For the past six years (I call December 2005 my awakening), I knew that I was hoarding this “pile”.  While it is not as big as it once was, it still resembled a stack of old clothes that no longer fit and served as reminders of times gone by.  These toxic relationships were not always toxic, in fact they involve people who once served a purpose in my life (I understand some of them); some resembled friends or colleagues, while others were family. Nonetheless, the relationships were not mutually beneficial and no longer fit what I could tolerate in my new self-loving life. Typically toxic relationships involve verbal abuse, manipulation, coercion, guilt or other unhealthy factor, or it is parasitic (one being lives off the energy or health of another.)  Regardless, a toxic relationship is at a minimum unhealthy, or even deadly (over time) to at least one of the parties. Unless the terms can be altered to become a healthy relationship, it is not worth maintaining.  In the same way that closet space can be better used for well-fitting new clothes, the space left by removing toxic relationships leaves room for new healthy ones.

 

2.      A wall of old horror movies.

It was not long after finding the toxic relationships that I noticed this emotional space-stealer! The once valuable cache contained hours of painful experience “replays” (from every possible camera angle) dating from childhood to the present.  While these served a temporary purpose while a lesson was being learned, today they are nothing more than cruel reminders of past negative events. The contents ran the gamut of pre-K pants-wetting, taunts of childhood bullies, pain of unrequited love, outbursts of hormonal girls, sports and academic disappointment, scoldings of disapproving parents, and physical and verbal assaults. Some of the actors were no longer even familiar, but reliving the pain was real.  Through the years a particular set may have served a purpose when I hoped to avoid similar screenplays, but realistically their value is mostly horrific. Moreover, by occupying valuable mental “wall space”, there is less real estate available for the happy movies.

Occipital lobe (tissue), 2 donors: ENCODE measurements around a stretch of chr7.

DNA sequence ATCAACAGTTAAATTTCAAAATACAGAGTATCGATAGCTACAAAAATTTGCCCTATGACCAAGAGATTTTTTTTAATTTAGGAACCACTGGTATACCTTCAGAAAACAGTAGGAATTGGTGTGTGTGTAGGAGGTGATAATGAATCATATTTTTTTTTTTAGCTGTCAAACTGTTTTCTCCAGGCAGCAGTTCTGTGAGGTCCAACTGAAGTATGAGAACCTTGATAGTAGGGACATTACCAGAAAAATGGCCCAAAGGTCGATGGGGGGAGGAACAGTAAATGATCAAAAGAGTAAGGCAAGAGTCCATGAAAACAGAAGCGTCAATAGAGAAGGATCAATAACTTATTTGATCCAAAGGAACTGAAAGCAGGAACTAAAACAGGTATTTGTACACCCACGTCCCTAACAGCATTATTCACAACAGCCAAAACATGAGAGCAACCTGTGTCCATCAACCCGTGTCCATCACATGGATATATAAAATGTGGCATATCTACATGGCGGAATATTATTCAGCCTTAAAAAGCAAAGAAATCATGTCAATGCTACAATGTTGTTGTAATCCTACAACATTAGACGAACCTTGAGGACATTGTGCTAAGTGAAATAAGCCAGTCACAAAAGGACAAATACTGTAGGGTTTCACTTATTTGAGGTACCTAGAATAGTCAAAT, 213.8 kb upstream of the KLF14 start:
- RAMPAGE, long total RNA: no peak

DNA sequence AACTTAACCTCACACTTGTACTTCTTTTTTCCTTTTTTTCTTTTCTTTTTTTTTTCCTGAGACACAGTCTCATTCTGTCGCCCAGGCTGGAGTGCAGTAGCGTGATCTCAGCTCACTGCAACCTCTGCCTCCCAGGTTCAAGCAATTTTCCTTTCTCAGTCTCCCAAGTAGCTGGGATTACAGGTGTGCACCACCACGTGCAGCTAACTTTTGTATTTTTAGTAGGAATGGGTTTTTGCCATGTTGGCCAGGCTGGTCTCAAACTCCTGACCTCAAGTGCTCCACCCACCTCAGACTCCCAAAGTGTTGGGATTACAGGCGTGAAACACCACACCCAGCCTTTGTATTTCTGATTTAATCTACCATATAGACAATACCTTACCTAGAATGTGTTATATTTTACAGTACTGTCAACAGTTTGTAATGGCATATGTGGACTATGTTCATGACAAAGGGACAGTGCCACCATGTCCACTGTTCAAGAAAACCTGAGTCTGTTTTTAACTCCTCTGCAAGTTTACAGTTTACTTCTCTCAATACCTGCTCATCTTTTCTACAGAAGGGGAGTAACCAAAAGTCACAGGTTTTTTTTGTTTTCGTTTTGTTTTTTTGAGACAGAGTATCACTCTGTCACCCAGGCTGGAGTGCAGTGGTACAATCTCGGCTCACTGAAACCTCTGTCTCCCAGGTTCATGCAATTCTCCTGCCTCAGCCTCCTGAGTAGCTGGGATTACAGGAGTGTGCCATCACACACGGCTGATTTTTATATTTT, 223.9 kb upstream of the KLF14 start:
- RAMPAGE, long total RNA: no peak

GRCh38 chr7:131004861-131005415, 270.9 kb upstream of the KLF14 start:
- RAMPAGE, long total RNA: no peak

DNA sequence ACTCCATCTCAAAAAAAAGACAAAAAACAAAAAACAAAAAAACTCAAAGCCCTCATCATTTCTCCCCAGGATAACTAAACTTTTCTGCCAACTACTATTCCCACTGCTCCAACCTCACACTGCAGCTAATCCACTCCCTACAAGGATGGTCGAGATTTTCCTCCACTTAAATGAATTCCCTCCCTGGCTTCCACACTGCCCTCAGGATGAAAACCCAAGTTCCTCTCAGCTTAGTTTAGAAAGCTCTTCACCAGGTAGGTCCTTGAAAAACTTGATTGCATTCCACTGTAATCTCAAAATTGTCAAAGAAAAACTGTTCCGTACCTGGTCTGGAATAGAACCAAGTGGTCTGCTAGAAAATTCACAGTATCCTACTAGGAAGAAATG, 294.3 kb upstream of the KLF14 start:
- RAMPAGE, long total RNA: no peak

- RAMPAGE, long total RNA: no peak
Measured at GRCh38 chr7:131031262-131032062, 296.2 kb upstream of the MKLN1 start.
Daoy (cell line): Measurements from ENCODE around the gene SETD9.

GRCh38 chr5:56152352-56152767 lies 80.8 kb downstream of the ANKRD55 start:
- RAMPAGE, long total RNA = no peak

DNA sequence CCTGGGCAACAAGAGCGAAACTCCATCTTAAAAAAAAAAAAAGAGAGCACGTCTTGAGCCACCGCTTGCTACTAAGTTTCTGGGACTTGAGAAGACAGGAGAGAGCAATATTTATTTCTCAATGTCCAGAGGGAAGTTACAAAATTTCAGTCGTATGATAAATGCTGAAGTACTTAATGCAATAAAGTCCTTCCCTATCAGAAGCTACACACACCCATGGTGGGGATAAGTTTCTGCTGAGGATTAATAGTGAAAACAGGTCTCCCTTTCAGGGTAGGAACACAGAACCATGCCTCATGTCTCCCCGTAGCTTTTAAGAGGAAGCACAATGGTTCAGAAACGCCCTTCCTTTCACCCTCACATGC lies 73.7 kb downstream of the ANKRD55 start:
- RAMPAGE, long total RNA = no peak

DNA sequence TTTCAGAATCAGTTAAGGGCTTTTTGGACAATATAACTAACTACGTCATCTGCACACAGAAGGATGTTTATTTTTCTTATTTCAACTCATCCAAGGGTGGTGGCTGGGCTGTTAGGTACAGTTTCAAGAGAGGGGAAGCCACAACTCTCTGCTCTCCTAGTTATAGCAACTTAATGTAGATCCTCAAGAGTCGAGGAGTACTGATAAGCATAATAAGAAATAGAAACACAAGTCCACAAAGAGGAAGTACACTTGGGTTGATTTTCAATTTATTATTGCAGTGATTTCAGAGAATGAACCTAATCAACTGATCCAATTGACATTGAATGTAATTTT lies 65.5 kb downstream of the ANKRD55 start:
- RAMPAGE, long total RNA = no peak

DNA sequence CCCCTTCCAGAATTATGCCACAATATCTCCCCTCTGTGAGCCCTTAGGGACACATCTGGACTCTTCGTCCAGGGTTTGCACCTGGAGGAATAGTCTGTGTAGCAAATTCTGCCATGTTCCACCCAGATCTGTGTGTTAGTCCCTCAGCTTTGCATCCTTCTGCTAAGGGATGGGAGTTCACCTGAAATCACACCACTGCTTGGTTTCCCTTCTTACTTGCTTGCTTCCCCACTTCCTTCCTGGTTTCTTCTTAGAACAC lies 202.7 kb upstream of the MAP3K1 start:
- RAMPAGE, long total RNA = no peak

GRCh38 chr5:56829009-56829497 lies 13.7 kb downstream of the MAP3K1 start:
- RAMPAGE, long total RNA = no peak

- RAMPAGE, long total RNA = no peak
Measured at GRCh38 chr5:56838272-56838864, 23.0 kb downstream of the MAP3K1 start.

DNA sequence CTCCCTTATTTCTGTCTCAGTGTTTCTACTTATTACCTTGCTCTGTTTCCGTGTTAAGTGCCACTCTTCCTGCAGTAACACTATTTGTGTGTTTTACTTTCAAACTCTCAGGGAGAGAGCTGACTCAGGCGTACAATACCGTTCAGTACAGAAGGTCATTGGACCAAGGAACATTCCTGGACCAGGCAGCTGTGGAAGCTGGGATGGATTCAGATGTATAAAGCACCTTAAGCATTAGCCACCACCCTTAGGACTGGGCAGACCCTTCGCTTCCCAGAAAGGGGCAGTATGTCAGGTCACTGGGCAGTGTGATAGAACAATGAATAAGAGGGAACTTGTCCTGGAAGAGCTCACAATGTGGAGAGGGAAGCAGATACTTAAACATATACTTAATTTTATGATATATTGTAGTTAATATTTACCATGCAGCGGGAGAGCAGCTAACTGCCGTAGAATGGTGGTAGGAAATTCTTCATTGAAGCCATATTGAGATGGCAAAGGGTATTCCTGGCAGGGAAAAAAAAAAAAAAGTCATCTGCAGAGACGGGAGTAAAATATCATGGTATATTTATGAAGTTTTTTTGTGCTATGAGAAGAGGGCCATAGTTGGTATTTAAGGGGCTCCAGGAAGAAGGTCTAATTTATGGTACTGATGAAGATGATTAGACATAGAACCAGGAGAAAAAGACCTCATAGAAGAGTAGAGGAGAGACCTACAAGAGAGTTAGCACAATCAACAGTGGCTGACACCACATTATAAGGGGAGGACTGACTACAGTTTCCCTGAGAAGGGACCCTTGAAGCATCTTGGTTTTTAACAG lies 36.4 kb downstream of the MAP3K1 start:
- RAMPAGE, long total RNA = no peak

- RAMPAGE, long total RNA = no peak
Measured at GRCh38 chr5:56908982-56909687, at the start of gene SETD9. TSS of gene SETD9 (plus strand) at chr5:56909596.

Figuratively “tossing out” the wall of movies was empowering and refreshing.  While I realize that each experience taught me something, I do not need to relive them.  It is more important to note how the collection contributed into making me the strong, independent, self-reliant woman I am today.

 

3.      Bookcases of obsolete encyclopedia:

Don Miguel Ruiz talks about how we are “domesticated” with lies during childhood -intended to nurture us into submission as safety-minded, cooperative, giving (and over-giving), “civilized” adults. Many of the agreements we unwittingly entered as children no longer serve us, and need to be severed along with the “encyclopedias” from the past.  Agreements such as “children should be seen and not heard” and “strangers are dangerous” can become debilitating in adulthood unless we rid them from our psyche.  I found several encyclopedia series on my bookshelf – all long outdated – with focuses on religion, geography (now obsolete), and rule books promoting decades old opinions and sexist attitudes. I had no idea I stored so many “textbooks” because they all blended into the mental garage. As I unload them to the trash, I am amazed at the beauty of the wood grain and thrilled to see how much room is left for new beliefs and fresh ideas.

4.      Outdated survival provisions.